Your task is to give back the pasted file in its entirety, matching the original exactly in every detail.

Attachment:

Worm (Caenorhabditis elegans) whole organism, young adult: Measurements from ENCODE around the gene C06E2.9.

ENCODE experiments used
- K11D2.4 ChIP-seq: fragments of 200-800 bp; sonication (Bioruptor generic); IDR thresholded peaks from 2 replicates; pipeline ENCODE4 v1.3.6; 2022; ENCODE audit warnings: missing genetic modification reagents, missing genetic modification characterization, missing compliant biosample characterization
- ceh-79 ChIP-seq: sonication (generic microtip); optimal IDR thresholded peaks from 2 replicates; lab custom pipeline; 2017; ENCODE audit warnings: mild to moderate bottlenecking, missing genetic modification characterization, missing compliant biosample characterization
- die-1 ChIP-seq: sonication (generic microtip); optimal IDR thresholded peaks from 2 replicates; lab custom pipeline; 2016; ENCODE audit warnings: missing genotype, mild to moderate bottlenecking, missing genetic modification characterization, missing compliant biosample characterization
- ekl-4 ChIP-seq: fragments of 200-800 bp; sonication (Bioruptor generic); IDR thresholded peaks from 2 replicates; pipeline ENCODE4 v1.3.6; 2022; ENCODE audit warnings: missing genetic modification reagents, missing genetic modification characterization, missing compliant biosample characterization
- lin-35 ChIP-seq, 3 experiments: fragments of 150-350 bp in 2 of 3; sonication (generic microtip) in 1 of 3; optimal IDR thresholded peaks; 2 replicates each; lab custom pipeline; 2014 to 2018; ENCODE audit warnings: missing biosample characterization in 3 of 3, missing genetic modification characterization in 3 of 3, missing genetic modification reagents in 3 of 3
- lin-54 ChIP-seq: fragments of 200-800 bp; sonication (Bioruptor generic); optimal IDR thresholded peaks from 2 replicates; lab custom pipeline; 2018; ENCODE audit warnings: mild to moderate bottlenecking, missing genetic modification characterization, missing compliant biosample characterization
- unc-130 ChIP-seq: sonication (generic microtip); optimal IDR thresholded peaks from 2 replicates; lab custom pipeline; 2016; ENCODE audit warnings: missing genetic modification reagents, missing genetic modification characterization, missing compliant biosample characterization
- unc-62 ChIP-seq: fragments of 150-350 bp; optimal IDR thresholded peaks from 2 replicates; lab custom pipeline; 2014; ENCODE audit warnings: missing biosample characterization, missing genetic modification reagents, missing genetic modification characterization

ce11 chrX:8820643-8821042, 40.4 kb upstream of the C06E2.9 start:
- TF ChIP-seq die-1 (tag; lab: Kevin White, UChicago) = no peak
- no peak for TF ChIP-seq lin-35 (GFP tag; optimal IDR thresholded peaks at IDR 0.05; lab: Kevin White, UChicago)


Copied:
Worm (Caenorhabditis elegans) whole organism, young adult: Measurements from ENCODE around the gene C06E2.9.

ENCODE experiments used
- K11D2.4 ChIP-seq: fragments of 200-800 bp; sonication (Bioruptor generic); IDR thresholded peaks from 2 replicates; pipeline ENCODE4 v1.3.6; 2022; ENCODE audit warnings: missing genetic modification reagents, missing genetic modification characterization, missing compliant biosample characterization
- ceh-79 ChIP-seq: sonication (generic microtip); optimal IDR thresholded peaks from 2 replicates; lab custom pipeline; 2017; ENCODE audit warnings: mild to moderate bottlenecking, missing genetic modification characterization, missing compliant biosample characterization
- die-1 ChIP-seq: sonication (generic microtip); optimal IDR thresholded peaks from 2 replicates; lab custom pipeline; 2016; ENCODE audit warnings: missing genotype, mild to moderate bottlenecking, missing genetic modification characterization, missing compliant biosample characterization
- ekl-4 ChIP-seq: fragments of 200-800 bp; sonication (Bioruptor generic); IDR thresholded peaks from 2 replicates; pipeline ENCODE4 v1.3.6; 2022; ENCODE audit warnings: missing genetic modification reagents, missing genetic modification characterization, missing compliant biosample characterization
- lin-35 ChIP-seq, 3 experiments: fragments of 150-350 bp in 2 of 3; sonication (generic microtip) in 1 of 3; optimal IDR thresholded peaks; 2 replicates each; lab custom pipeline; 2014 to 2018; ENCODE audit warnings: missing biosample characterization in 3 of 3, missing genetic modification characterization in 3 of 3, missing genetic modification reagents in 3 of 3
- lin-54 ChIP-seq: fragments of 200-800 bp; sonication (Bioruptor generic); optimal IDR thresholded peaks from 2 replicates; lab custom pipeline; 2018; ENCODE audit warnings: mild to moderate bottlenecking, missing genetic modification characterization, missing compliant biosample characterization
- unc-130 ChIP-seq: sonication (generic microtip); optimal IDR thresholded peaks from 2 replicates; lab custom pipeline; 2016; ENCODE audit warnings: missing genetic modification reagents, missing genetic modification characterization, missing compliant biosample characterization
- unc-62 ChIP-seq: fragments of 150-350 bp; optimal IDR thresholded peaks from 2 replicates; lab custom pipeline; 2014; ENCODE audit warnings: missing biosample characterization, missing genetic modification reagents, missing genetic modification characterization

ce11 chrX:8820643-8821042, 40.4 kb upstream of the C06E2.9 start:
- TF ChIP-seq die-1 (tag; lab: Kevin White, UChicago) = no peak
- no peak for TF ChIP-seq lin-35 (GFP tag; optimal IDR thresholded peaks at IDR 0.05; lab: Kevin White, UChicago)